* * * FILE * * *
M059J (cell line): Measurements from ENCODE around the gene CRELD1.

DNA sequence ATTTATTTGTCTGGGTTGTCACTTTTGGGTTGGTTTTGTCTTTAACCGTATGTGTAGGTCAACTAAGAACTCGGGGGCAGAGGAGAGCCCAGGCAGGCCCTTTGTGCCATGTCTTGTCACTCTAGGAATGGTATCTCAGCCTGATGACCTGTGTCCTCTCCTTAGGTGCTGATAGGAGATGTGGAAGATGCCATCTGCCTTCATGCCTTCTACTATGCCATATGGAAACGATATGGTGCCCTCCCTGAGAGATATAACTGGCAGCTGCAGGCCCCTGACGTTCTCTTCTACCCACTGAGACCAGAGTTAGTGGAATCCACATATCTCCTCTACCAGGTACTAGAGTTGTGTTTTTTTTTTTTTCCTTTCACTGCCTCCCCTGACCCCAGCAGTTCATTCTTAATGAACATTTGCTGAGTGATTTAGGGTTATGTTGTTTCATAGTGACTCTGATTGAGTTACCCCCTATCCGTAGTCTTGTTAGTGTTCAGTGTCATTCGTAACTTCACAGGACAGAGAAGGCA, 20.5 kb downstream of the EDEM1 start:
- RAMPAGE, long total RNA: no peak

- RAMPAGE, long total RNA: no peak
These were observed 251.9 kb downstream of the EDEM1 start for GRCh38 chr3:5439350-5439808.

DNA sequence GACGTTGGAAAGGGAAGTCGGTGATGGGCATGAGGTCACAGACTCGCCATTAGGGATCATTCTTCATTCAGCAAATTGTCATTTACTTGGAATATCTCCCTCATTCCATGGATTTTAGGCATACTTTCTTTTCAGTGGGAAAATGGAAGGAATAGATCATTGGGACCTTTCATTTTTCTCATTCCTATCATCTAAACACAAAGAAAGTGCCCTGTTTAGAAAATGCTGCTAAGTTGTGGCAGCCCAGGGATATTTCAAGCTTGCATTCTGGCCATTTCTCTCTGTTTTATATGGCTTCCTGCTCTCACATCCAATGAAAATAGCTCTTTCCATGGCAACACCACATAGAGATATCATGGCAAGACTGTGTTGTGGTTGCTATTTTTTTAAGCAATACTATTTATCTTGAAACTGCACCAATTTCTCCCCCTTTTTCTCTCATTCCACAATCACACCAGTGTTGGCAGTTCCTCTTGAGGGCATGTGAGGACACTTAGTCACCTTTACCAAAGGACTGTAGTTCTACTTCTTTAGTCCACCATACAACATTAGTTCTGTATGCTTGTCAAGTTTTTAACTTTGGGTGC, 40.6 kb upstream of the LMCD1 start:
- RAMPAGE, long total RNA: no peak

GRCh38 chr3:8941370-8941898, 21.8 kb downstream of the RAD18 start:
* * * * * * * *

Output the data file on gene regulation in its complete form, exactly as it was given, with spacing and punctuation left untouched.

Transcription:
M059J (cell line): Measurements from ENCODE around the gene CRELD1.

DNA sequence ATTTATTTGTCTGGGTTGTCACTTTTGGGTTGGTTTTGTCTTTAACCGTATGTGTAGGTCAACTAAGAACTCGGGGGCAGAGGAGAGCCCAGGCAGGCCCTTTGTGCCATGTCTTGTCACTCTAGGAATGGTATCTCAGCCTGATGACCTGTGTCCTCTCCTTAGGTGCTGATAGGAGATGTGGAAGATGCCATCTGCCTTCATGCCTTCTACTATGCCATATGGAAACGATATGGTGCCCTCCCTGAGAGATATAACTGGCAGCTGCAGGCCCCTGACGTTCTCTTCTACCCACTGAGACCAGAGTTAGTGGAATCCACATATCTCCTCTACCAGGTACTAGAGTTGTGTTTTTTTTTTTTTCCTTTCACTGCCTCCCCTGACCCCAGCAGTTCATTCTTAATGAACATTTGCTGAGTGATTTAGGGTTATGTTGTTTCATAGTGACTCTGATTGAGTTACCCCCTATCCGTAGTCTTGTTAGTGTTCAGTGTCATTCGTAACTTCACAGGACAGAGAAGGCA, 20.5 kb downstream of the EDEM1 start:
- RAMPAGE, long total RNA: no peak

- RAMPAGE, long total RNA: no peak
These were observed 251.9 kb downstream of the EDEM1 start for GRCh38 chr3:5439350-5439808.

DNA sequence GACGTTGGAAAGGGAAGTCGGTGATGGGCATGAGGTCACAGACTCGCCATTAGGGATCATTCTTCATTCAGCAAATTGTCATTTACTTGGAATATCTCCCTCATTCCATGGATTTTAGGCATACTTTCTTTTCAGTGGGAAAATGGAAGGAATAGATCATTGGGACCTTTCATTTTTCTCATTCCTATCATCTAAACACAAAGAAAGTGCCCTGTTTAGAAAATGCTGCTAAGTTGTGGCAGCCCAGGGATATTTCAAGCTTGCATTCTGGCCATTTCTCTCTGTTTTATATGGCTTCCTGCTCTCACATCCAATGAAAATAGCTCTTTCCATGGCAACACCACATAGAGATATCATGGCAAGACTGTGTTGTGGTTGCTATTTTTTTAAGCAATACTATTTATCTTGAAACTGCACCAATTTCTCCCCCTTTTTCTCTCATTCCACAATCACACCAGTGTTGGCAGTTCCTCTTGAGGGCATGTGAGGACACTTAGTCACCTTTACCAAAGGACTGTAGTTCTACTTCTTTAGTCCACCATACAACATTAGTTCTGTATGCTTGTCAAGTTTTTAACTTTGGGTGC, 40.6 kb upstream of the LMCD1 start:
- RAMPAGE, long total RNA: no peak

GRCh38 chr3:8941370-8941898, 21.8 kb downstream of the RAD18 start: